I'm a Janeite through and through. I've been a member of JASNA and JASNA-SW. I own all the novels and mini-series DVDs. I can tell you the stories of the heroines and the heroes as if they were my own stories. Some of my closest friends (who are also Janeites) have nicknamed me "Jane" after Miss Jane Bennet, eldest daughter of the Bennet family in Pride and Prejudice. She's quiet, reserved, doesn't show her emotions readily (even to her closest sister, Elizabeth), and feels deeper than she shows. However, I have never fully identified as a Jane.
I am quiet and reserved... but most of the quietness fades when I get to know someone well enough to let my silliness through. I don't share my feelings so easily with everyone but I am getting better about sharing them with the people who mean the most to me. I do feel deeply but I also know that people can just take one look at me and know what I'm feeling. So, no, I'm not really Jane. I'm a "combination of Jane Bennet (quietness and reserve), Catherine Morland (imagination and innocence), Anne Elliot (steadfastness and loyalty), and Elinor Dashwood (practical and sensible)" as one close friend says. Still, even a combo isn't really close to how I am. I don't see myself in any of them... even the combo. As much as these women are awesome heroines, I don't choose them (or any other Austen heroine) as my preferred literary heroine. That honor goes to Anne Shirley.
Anne is an INFP, just like me. Anne had a fiery temperature as a child that eventually gets reigned in as an adult. I certainly have a bit of a temper when I'm pushed beyond my limit (who doesn't?) but instead of breaking a slate over someone's head, I get quiet. I internalize things instead of arguing with someone... and I will get over it within minutes. Anne had nothing at the beginning of the series. She was orphaned and she initially wasn't wanted but she was eventually taken in by the Cuthberts, received an education, and even graduated with a B.A. which was rare for a woman to do in the Edwardian era. I wasn't orphaned (I didn't experience the loss of a parent until I was 24 years-old) but I do come from a socioeconomic background in which the odds were stacked against me from the beginning. Neither of my parents went beyond a junior high education, no one (brothers nor sister) graduated from high school, and college never entered anyone's hopes and dreams. Like Anne, I put my B.A. dreams on hold for a couple of years when there was an illness in the family but, also like Anne, I don't regret that decision. Now I'm nearly 2/3 through my second degree with a brighter future than I could've ever dreamed for myself.
Most of you might not know this (since the majority of you have only known me as an adult), but I used to get in trouble in school for talking. A lot and often. My report cards (some of which I still have) used to have "talks too much in class" comments. However, as I got older, I became less talkative.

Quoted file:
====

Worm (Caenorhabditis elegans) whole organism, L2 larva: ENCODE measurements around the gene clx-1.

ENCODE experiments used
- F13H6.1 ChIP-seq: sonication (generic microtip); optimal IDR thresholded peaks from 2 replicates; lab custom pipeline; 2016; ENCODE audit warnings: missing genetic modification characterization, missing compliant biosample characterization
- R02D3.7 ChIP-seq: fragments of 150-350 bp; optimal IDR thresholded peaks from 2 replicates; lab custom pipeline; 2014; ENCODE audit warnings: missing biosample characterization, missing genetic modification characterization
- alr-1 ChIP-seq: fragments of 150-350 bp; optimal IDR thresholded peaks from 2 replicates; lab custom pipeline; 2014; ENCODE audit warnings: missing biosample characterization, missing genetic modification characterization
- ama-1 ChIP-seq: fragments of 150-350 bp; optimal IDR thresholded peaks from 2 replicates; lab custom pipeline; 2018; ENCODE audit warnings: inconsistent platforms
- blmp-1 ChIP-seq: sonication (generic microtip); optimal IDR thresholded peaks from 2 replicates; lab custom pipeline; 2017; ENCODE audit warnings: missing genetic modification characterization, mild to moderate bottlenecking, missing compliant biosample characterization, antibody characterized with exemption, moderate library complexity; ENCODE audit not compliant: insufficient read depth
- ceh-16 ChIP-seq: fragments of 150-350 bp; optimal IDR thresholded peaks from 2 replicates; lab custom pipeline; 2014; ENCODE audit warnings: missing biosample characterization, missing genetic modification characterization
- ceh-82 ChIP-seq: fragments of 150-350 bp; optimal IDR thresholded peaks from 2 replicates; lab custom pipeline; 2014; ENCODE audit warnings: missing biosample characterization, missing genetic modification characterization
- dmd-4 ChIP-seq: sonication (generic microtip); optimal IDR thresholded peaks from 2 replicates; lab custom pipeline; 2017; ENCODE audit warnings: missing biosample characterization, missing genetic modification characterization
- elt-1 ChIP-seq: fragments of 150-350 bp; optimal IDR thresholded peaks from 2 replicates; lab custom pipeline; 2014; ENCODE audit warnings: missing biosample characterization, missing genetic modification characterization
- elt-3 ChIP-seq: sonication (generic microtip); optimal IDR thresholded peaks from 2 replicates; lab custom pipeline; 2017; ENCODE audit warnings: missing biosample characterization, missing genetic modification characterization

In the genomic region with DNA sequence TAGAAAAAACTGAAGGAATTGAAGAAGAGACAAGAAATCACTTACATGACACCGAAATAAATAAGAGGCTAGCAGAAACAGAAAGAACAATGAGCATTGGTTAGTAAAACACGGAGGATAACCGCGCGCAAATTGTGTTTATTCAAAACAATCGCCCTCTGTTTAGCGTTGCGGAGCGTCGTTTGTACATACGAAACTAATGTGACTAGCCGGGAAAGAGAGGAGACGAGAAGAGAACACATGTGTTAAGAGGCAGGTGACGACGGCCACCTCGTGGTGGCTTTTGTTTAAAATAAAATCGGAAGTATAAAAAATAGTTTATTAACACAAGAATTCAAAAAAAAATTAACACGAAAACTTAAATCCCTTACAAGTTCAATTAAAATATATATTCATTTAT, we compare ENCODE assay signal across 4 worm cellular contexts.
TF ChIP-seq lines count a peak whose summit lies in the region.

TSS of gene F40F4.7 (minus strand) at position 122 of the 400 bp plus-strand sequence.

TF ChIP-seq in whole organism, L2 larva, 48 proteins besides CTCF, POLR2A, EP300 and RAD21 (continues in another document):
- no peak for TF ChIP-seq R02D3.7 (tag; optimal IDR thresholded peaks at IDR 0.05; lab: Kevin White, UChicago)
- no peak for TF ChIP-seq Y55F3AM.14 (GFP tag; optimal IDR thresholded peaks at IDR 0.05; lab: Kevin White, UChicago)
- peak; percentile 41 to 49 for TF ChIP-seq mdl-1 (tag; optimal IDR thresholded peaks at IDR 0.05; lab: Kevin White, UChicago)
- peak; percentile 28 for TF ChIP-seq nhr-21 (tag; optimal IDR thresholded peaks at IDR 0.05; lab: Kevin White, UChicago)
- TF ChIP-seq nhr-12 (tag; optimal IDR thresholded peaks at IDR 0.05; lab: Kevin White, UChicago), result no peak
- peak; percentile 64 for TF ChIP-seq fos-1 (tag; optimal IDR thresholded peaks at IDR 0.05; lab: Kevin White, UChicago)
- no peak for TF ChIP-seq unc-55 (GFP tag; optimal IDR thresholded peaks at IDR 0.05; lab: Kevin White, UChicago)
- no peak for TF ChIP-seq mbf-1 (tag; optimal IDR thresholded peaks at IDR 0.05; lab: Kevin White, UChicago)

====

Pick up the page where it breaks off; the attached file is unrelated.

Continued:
"There were other changes in Anne no less real than the physical change. For one thing, she became much quieter. Perhaps she thought all the more and dreamed as much as ever, but she certainly talked less."This was the exact passage that made me realize that Anne was the literary version of myself, more so than all the Austen heroines combined. I definitely become quieter around middle school and it's stayed that way since. I have a lot of thoughts bouncing around in my head but I just write them down. My best friend growing up started giving me notebooks as birthday presents when we were teenagers for this very reason. He noticed that I always writing and/or dreaming up things (much like Anne) so he gave me notebook; I went through them quickly, too.
All of these things (and many more that would be too long to list) are part of why I chose Anne as my literary heroine. I see my faults in her faults. I see my strengths and weaknesses in her own. I notice things I don't like about her and realize that those are the same things I have to work on. All the things that I admire about her, I've come to accept (with reluctance, lol) as things that I also possess. I know she's not real; I know she's partially a figment of L.M. Montgomery's imagination. Still, isn't it great to find a "kindred spirit" that helps you grow as a person... even one that only lives in pages and imaginations?
A few weeks ago, I confided in a good friend that I was thinking about giving up writing because I didn't think what I wrote made a difference in anyone's life. He reminded me that the authors that I admire have made a positive impact on me... and that they would never know it. I thought about Jane Austen and agreed that it made sense but it wasn't until I re-read the words of L.M. Montgomery that my friend's word really hit me. Just as I have chosen Anne as my literary heroine, I hope that someday my literary heroines (like Lina Zamora) will be someone else's literary heroine, even if I never find out. And, again, no, Lina is not entirely based on me though we do share certain similarities. I think I'm more Anne Shirley than I am Lina Zamora, to be honest. My friends will have to be the judges here. lol.
I just wanted to share this because I've seen a big surge in Anne of Green Gables readers amongst us in the (female) Catholic world lately. Oh! And, out of curiosity, who are some of YOUR literary heroines and why? I'd love to know. :)
Anyway, I should get back to studying. I have three exams in the next week (one on Friday and two next Monday) and I really want to do well so I'm going to be focusing on that and homework this week. If I don't get a chance to write again until after my last exam, have a great week! :D
As always, thanks for reading and God bless! :D